The other day I was visiting with the chief of staff for a certain U.S. congresswoman when he asked me if ICC ever monitored or reported on incidents of Christian persecution here in the states. The answer was yes, we do. Although it might not seem significant compared with the horrific and almost daily killing, torture, and imprisonment of believers in nations like Nigeria or India, the fact is that persecution does happen here, in the “heartland” of religious liberty, and it probably isn’t going away any time soon. It’s true, Christians aren’t being arrested or imprisoned in the U.S for their faith, but they do face some fairly blatant discrimination on a regular basis. As an example, here are just a few headlines from the last two months:
Anti-Bullying Speaker Curses Christian Teens – In late April, in the middle of a high school journalism conference in Seattle, the key note speaker, Dan Savage, decided that speaking out against bullying should involve heckling the Christians in the audience. When dozens of Christian students got up to walk out, some reportedly in tears, Savage called them names while others in the crowd hollered and cheered. A number of people later complained to the National Scholastic Press Association (NSPA), the host for the event, only to be told “We appreciate the thoughtfulness and deliberation regarding Dan Savage’s key note address” and “as a journalist it’s important to be able to listen to a speech that offends you.” Apparently the fact that these where high school kids having their faith insulted from the stage or that they had the courage to walk out of the presentation was completely lost on the NSPA.
Ten Commandments Down To Six For Public Display? – Early in May, a U.S. District Court Judge in Virginia suggested that cutting out four of the Ten Commandments (all of the ones which mention God) could resolve a debate over having them on display at a public high school. The idea unfortunately isn’t that surprising in a culture that increasingly views the First Amendment as a way of making sure that all public sites, from war memorials to schools, are cleansed of Christian influence.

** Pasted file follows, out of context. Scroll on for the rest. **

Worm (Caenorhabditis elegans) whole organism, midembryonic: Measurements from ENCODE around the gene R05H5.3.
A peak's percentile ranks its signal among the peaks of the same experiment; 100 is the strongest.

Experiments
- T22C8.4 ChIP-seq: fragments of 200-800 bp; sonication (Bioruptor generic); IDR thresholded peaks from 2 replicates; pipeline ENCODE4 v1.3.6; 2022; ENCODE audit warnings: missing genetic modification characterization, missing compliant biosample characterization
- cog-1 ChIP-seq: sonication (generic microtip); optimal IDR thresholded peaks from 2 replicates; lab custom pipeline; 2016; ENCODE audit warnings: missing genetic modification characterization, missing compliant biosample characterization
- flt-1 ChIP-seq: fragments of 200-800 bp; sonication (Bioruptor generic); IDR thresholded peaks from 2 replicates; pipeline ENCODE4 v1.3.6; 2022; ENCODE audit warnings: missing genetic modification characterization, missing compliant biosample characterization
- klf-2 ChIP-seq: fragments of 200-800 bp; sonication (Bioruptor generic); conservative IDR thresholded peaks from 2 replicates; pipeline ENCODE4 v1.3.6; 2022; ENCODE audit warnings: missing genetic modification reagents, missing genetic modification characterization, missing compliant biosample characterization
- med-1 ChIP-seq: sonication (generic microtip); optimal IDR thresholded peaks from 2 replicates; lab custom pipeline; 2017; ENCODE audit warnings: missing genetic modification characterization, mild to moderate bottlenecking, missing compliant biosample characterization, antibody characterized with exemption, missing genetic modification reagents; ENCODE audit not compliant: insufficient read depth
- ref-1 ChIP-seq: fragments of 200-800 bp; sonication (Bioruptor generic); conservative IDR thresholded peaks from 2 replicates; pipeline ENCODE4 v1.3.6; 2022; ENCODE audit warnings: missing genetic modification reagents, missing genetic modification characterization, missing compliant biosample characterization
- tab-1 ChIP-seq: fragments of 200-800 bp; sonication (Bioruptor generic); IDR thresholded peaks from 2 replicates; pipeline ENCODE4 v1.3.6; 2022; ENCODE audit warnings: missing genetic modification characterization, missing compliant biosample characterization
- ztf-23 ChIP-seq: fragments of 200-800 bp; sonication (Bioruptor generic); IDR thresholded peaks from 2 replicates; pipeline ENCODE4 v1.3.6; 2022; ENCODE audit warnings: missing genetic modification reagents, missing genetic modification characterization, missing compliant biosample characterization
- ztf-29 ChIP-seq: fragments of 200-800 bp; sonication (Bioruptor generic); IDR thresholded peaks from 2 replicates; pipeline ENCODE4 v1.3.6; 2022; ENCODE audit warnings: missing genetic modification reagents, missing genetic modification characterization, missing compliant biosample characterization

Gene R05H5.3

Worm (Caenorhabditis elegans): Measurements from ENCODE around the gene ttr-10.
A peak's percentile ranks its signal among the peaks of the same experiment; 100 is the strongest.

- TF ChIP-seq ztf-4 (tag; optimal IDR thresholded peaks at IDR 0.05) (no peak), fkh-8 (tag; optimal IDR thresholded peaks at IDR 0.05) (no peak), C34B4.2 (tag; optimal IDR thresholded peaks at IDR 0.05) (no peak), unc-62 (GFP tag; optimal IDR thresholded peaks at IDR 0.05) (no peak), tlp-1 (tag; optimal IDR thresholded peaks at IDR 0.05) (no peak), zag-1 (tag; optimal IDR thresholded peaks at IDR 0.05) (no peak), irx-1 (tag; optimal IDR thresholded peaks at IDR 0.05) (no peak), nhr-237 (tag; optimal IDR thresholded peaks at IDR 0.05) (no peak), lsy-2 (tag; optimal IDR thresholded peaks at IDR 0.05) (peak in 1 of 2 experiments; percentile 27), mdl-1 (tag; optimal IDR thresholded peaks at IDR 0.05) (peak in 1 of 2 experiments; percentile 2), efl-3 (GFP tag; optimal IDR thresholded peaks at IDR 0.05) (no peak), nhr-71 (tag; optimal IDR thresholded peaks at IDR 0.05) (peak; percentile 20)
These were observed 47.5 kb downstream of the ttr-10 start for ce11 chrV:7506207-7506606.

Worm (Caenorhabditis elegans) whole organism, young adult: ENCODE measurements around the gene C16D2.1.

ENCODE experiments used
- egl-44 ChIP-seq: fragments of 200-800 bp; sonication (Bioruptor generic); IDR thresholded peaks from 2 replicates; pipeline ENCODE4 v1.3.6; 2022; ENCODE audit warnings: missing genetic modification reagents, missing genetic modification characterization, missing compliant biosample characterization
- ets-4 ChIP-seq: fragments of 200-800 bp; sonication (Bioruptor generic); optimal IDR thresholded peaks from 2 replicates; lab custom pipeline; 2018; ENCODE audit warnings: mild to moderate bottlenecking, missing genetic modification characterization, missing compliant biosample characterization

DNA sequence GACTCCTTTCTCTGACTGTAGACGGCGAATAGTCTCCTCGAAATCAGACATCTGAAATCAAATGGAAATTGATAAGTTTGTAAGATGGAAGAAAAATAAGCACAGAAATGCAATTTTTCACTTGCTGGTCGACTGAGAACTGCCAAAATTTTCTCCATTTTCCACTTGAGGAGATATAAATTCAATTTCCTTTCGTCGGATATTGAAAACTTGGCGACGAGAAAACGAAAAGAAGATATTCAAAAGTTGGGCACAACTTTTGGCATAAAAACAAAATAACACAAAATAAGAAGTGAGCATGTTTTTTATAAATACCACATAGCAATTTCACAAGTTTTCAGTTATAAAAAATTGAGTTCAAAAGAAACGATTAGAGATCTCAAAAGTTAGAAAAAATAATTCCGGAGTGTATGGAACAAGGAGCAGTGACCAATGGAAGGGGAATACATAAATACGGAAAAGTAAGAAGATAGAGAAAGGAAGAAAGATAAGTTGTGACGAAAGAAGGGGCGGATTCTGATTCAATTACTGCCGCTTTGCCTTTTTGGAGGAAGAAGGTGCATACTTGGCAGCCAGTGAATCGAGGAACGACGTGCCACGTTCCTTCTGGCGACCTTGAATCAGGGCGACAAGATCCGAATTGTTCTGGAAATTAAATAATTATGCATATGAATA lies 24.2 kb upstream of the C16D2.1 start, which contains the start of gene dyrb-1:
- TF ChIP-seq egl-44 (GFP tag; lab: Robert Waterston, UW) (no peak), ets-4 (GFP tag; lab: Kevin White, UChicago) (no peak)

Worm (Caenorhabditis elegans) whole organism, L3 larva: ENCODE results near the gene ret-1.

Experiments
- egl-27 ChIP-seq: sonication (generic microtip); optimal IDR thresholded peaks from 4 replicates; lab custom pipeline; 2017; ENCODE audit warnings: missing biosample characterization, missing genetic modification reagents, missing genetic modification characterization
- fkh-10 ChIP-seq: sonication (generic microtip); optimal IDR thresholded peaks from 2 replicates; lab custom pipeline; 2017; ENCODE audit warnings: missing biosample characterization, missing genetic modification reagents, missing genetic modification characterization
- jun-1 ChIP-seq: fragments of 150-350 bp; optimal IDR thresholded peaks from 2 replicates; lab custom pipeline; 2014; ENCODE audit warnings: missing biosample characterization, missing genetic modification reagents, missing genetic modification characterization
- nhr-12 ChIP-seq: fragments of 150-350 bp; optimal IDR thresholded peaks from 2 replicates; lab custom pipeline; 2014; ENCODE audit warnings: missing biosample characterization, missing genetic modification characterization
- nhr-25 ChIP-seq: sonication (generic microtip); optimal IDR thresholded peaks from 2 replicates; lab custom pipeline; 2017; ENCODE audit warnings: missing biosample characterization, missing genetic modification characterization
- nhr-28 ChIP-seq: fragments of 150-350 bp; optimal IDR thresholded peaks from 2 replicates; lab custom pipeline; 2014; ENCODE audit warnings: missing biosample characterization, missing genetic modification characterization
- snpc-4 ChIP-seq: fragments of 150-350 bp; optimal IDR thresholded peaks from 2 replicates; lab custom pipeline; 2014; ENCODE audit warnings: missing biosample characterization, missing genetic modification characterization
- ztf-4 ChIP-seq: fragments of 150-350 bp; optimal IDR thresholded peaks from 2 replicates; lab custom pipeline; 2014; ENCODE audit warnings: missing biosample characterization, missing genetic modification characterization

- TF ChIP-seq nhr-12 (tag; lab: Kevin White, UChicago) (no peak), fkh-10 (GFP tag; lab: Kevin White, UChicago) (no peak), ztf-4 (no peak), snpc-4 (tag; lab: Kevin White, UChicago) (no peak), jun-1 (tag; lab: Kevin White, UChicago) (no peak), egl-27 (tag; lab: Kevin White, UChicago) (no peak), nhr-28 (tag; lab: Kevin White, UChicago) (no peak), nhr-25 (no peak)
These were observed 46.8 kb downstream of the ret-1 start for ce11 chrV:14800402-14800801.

FedEx Employee Vindicated In Religious Discrimination Suit – In mid-May, Charisma news reported the story of Eric Weathers, a FedEx employee in Chicago who was told by his boss to stop discussing Christianity with his coworkers. When Eric asked FedEx human resources why he couldn’t talk about his religion, he was told that his speech was an “act detrimental to the company”, the same designation given to sexual harassment and drug possession in the workplace. Eric was also told to lie about his college degree if asked (he holds a bachelor’s degree in Bible and youth ministry). Thankfully for Eric, the Alliance Defense Fund successfully took up his case and won a decision in court that found FedEx’s actions to be “discriminatory”.
Sadly, these are only a few examples of stories that ICC has reported on in the last couple of months. They may not seem terrible when compared with the trials faced by our brothers and sisters around the world, but to ignore these events would be to ignore the dangerous cultural trends in the U.S. that are leading towards an environment that is openly hostile in its treatment of the Christian faith. Sure, it’s still perfectly acceptable to be a Christian, but try standing up for your beliefs, like those high school kids in Seattle, or sharing your faith at work, like Eric Weathers, and you might be in for something of a rough ride.